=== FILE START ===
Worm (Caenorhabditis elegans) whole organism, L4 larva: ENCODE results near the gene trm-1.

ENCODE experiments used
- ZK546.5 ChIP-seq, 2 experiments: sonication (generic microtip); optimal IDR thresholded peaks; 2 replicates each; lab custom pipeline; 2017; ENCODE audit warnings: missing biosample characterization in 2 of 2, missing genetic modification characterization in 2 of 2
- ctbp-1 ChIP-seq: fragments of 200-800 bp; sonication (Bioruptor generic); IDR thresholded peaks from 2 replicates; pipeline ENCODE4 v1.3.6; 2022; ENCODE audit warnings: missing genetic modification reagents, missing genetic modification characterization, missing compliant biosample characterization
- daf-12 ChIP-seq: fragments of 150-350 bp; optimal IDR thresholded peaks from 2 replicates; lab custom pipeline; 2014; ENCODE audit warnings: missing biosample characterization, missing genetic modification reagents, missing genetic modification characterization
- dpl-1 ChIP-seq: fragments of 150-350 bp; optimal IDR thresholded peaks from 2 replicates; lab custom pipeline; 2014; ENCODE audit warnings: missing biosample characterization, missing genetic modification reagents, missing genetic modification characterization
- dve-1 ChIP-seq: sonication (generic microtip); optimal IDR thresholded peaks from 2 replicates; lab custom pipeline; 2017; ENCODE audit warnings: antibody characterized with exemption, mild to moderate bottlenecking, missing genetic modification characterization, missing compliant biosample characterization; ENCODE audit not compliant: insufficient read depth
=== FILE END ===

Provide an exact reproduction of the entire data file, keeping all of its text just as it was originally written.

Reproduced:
Worm (Caenorhabditis elegans) whole organism, L4 larva: ENCODE results near the gene trm-1.

ENCODE experiments used
- ZK546.5 ChIP-seq, 2 experiments: sonication (generic microtip); optimal IDR thresholded peaks; 2 replicates each; lab custom pipeline; 2017; ENCODE audit warnings: missing biosample characterization in 2 of 2, missing genetic modification characterization in 2 of 2
- ctbp-1 ChIP-seq: fragments of 200-800 bp; sonication (Bioruptor generic); IDR thresholded peaks from 2 replicates; pipeline ENCODE4 v1.3.6; 2022; ENCODE audit warnings: missing genetic modification reagents, missing genetic modification characterization, missing compliant biosample characterization
- daf-12 ChIP-seq: fragments of 150-350 bp; optimal IDR thresholded peaks from 2 replicates; lab custom pipeline; 2014; ENCODE audit warnings: missing biosample characterization, missing genetic modification reagents, missing genetic modification characterization
- dpl-1 ChIP-seq: fragments of 150-350 bp; optimal IDR thresholded peaks from 2 replicates; lab custom pipeline; 2014; ENCODE audit warnings: missing biosample characterization, missing genetic modification reagents, missing genetic modification characterization
- dve-1 ChIP-seq: sonication (generic microtip); optimal IDR thresholded peaks from 2 replicates; lab custom pipeline; 2017; ENCODE audit warnings: antibody characterized with exemption, mild to moderate bottlenecking, missing genetic modification characterization, missing compliant biosample characterization; ENCODE audit not compliant: insufficient read depth